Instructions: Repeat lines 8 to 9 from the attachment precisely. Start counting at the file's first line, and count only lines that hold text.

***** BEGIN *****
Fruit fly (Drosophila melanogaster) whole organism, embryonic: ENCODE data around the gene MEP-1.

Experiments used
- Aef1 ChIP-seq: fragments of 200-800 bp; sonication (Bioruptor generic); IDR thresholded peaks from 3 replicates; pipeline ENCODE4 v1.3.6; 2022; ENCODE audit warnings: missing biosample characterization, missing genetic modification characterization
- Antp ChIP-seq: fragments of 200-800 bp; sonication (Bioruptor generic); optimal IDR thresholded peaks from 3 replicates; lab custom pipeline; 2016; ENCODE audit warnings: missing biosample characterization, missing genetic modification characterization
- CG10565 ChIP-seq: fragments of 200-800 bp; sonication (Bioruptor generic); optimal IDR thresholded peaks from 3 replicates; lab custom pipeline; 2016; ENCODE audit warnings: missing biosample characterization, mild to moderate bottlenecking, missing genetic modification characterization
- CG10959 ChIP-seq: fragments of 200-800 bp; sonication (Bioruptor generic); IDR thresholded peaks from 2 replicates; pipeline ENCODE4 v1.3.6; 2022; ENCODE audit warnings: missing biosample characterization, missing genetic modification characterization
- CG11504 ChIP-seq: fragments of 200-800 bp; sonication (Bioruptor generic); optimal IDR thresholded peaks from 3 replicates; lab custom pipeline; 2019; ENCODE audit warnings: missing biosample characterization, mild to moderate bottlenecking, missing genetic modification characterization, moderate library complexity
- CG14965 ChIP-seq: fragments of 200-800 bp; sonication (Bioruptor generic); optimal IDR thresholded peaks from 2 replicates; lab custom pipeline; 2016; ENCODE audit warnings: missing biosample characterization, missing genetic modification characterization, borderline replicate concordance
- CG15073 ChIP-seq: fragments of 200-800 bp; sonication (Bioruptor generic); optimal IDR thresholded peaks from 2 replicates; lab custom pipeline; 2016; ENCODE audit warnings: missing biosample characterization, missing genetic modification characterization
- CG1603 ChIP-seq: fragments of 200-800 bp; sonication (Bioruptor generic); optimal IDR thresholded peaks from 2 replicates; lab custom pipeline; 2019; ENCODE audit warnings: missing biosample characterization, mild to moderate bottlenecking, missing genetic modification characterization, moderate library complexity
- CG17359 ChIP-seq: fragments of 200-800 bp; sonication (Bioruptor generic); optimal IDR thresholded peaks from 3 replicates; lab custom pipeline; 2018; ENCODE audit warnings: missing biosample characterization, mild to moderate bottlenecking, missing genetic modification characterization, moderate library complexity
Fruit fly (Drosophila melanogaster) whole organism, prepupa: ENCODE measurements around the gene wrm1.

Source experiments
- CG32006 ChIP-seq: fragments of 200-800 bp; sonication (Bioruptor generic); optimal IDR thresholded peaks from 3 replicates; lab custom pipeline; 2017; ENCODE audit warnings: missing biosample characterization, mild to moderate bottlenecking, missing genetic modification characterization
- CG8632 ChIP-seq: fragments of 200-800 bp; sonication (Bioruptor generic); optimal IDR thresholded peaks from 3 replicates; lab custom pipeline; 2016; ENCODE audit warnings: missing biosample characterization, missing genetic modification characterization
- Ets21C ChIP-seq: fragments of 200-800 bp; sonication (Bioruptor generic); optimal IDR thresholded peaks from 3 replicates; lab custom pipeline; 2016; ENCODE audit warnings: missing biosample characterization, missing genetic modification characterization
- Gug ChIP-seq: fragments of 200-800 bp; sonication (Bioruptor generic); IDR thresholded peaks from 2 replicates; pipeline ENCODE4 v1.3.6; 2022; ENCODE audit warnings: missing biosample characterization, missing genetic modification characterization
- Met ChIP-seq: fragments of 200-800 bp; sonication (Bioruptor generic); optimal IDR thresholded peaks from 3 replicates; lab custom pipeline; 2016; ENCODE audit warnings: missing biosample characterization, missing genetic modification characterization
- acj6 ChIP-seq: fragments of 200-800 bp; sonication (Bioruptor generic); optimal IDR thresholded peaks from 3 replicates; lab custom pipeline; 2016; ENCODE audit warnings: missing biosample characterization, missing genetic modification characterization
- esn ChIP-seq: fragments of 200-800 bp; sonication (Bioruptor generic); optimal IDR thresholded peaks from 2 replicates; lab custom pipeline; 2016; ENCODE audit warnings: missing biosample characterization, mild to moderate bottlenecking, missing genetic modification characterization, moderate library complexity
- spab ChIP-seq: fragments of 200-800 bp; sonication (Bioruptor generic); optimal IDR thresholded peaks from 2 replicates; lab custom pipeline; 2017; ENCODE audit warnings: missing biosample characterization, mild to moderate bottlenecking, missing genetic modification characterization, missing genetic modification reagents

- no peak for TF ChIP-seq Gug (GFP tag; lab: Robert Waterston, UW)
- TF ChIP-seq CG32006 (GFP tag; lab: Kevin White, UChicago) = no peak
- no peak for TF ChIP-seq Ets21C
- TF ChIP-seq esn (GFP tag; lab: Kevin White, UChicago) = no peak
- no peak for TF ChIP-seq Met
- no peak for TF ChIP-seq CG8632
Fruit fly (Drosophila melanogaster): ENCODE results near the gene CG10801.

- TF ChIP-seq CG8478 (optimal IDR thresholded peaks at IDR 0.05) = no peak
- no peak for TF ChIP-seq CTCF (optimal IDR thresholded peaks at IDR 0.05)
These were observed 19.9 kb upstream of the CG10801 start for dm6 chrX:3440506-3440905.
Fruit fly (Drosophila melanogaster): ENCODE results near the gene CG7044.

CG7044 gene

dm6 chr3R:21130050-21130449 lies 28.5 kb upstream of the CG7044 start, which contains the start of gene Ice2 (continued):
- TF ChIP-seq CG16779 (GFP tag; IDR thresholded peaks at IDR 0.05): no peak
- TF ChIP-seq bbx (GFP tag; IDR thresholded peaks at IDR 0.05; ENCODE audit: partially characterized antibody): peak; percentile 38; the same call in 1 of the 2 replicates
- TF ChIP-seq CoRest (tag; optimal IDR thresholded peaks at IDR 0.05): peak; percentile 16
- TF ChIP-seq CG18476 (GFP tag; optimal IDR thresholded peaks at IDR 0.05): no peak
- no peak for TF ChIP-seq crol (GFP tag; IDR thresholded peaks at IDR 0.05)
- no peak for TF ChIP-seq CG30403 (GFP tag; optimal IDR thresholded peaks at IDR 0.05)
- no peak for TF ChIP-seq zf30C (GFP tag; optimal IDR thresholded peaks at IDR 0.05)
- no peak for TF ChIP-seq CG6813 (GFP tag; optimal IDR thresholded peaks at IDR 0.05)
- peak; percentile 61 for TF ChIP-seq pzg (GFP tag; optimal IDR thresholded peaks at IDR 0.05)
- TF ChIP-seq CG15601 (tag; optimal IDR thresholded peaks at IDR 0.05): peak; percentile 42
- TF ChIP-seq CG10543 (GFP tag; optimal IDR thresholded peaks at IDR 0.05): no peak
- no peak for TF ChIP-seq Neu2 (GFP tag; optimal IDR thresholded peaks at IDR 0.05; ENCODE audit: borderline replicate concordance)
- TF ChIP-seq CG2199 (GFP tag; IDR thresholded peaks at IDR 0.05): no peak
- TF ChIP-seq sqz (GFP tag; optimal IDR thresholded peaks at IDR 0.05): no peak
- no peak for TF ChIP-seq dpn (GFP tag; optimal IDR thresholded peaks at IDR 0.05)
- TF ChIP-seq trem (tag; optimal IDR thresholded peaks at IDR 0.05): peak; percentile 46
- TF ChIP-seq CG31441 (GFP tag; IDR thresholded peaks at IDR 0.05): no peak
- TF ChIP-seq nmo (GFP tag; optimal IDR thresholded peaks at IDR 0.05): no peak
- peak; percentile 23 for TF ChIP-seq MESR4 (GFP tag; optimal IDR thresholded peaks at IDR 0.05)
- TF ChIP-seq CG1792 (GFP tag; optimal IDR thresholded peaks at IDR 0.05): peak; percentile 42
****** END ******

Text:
- CG14965 ChIP-seq: fragments of 200-800 bp; sonication (Bioruptor generic); optimal IDR thresholded peaks from 2 replicates; lab custom pipeline; 2016; ENCODE audit warnings: missing biosample characterization, missing genetic modification characterization, borderline replicate concordance
- CG15073 ChIP-seq: fragments of 200-800 bp; sonication (Bioruptor generic); optimal IDR thresholded peaks from 2 replicates; lab custom pipeline; 2016; ENCODE audit warnings: missing biosample characterization, missing genetic modification characterization